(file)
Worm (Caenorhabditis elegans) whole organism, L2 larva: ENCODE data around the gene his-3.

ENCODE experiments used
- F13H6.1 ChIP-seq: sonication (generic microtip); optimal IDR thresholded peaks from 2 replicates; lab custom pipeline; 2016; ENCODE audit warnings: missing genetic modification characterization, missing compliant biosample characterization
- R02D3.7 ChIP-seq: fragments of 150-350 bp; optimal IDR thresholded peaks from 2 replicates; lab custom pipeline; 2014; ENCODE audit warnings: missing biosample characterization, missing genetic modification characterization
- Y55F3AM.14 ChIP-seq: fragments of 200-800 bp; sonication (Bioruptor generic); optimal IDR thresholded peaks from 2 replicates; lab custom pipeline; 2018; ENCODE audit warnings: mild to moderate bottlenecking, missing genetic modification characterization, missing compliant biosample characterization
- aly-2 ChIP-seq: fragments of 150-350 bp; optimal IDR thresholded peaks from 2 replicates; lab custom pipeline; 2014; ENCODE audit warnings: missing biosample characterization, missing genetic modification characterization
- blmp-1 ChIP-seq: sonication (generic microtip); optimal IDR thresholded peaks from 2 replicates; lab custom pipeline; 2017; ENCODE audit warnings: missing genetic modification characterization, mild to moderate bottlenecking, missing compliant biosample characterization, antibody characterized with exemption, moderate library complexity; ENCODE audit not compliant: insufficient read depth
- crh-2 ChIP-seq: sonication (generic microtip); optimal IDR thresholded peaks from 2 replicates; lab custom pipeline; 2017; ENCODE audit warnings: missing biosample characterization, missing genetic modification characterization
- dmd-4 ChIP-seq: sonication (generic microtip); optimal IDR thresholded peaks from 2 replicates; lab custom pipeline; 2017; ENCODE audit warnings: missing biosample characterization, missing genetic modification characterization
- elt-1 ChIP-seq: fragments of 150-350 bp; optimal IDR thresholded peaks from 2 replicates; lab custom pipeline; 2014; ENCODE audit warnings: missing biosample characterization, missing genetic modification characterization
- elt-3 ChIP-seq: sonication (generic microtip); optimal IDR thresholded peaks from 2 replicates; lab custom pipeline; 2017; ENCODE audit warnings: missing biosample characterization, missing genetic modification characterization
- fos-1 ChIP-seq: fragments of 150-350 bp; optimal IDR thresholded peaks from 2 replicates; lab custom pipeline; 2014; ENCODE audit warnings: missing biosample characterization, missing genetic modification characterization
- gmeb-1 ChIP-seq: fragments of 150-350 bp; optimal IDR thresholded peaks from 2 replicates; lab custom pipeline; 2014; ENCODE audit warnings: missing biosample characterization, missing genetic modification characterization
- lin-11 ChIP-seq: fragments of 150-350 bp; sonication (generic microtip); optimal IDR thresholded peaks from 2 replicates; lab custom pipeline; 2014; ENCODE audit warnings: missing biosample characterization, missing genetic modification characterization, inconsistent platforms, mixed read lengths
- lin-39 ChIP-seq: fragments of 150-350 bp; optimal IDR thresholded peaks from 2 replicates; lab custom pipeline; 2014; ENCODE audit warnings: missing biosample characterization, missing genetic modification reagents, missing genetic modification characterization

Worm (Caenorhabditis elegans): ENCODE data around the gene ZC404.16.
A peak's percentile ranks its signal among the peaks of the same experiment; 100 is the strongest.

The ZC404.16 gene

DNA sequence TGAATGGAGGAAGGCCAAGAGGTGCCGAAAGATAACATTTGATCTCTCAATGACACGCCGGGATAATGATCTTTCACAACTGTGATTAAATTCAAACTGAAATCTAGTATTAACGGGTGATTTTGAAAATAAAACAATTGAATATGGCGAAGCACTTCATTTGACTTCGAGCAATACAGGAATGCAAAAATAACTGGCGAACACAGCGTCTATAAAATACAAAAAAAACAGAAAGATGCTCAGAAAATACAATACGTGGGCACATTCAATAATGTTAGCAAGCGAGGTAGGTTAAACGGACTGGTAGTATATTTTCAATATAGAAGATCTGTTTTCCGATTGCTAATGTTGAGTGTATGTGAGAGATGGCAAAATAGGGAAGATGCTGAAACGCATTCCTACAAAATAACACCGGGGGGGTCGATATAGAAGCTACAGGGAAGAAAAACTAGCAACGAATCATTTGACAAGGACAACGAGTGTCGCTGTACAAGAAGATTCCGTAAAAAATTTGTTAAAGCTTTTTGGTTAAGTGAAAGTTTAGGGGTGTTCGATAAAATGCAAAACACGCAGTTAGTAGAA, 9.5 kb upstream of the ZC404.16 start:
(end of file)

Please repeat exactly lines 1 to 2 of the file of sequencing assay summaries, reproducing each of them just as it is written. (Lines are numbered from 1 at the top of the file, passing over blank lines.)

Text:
Worm (Caenorhabditis elegans) whole organism, L2 larva: ENCODE data around the gene his-3.

ENCODE experiments used